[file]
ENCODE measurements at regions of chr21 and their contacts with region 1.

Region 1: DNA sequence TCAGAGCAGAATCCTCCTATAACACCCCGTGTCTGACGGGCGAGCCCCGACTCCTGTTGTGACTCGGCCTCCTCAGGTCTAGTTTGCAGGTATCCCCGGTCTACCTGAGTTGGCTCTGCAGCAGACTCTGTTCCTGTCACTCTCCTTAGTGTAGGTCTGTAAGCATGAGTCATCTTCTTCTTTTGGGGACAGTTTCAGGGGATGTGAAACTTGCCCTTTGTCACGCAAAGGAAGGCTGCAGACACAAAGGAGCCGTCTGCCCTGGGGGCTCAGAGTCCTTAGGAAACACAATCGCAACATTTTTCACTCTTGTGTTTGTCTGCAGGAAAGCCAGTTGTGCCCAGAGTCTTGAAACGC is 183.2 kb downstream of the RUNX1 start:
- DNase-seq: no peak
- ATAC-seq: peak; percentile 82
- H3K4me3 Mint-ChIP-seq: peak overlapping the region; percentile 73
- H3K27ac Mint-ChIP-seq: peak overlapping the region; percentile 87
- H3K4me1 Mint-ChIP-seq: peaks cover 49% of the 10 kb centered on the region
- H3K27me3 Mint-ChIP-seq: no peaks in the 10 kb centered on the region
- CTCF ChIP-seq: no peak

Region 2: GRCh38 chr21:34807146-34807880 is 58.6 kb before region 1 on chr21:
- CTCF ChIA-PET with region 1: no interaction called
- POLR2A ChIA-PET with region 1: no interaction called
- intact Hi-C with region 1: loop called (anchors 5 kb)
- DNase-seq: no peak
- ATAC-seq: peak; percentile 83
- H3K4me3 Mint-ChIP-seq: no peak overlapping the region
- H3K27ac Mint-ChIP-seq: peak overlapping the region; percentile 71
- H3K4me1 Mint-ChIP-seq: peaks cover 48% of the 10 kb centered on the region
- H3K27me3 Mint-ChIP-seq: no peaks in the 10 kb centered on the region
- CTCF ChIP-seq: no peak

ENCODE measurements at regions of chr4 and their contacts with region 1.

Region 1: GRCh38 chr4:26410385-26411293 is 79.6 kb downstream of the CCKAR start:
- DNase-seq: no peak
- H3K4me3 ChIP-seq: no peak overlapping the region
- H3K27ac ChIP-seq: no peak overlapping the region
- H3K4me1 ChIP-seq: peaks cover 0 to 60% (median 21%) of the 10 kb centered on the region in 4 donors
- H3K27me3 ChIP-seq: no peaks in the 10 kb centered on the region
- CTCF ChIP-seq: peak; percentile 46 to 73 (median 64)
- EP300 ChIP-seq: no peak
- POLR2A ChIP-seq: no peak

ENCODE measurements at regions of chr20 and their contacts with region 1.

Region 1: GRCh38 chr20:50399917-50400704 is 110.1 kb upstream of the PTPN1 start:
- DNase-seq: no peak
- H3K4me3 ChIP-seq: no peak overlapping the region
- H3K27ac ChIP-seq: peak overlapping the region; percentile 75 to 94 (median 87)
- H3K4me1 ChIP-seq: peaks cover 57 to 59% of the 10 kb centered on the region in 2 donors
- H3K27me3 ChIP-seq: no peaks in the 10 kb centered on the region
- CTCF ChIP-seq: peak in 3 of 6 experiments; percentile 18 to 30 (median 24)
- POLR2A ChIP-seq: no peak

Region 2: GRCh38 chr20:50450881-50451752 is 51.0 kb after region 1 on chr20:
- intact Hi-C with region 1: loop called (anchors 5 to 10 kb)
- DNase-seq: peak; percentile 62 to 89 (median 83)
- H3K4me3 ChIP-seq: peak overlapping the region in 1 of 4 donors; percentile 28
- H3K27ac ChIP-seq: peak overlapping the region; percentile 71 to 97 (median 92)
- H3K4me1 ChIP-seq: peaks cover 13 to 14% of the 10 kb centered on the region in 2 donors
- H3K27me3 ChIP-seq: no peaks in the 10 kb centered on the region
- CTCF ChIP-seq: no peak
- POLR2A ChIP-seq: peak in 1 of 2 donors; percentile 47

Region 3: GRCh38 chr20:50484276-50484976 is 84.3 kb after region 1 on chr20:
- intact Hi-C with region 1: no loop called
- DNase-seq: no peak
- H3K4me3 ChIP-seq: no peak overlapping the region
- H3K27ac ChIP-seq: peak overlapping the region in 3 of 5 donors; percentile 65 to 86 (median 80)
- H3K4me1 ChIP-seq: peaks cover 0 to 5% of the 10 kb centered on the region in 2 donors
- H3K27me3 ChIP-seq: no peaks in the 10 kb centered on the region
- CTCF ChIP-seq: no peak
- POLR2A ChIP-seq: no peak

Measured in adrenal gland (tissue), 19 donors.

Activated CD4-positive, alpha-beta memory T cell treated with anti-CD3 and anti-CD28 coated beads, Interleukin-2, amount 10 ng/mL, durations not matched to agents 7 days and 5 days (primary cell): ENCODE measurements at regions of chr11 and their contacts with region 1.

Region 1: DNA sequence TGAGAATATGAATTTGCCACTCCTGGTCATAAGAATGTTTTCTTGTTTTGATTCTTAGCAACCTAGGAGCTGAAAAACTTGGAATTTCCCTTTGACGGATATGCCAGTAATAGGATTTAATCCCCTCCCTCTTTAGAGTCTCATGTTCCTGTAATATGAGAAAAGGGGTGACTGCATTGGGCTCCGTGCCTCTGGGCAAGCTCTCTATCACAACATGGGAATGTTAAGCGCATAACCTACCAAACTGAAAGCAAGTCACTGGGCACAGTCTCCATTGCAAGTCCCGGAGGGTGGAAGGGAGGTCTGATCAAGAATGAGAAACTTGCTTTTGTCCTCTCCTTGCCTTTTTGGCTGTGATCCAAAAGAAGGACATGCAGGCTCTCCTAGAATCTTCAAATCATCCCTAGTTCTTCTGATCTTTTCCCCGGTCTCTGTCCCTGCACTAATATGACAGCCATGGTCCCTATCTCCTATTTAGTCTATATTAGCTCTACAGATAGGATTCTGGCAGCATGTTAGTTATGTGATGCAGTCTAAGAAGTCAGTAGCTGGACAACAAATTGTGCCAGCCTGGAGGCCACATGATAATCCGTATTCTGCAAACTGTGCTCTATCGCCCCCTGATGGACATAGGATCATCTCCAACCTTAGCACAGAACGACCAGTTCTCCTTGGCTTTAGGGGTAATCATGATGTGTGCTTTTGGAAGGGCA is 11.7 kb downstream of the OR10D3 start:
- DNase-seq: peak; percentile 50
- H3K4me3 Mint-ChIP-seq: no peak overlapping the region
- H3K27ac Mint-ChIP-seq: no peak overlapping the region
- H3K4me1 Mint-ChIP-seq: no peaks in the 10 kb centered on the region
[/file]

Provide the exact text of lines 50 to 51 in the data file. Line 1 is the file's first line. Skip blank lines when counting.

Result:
- intact Hi-C with region 1: no loop called
- DNase-seq: no peak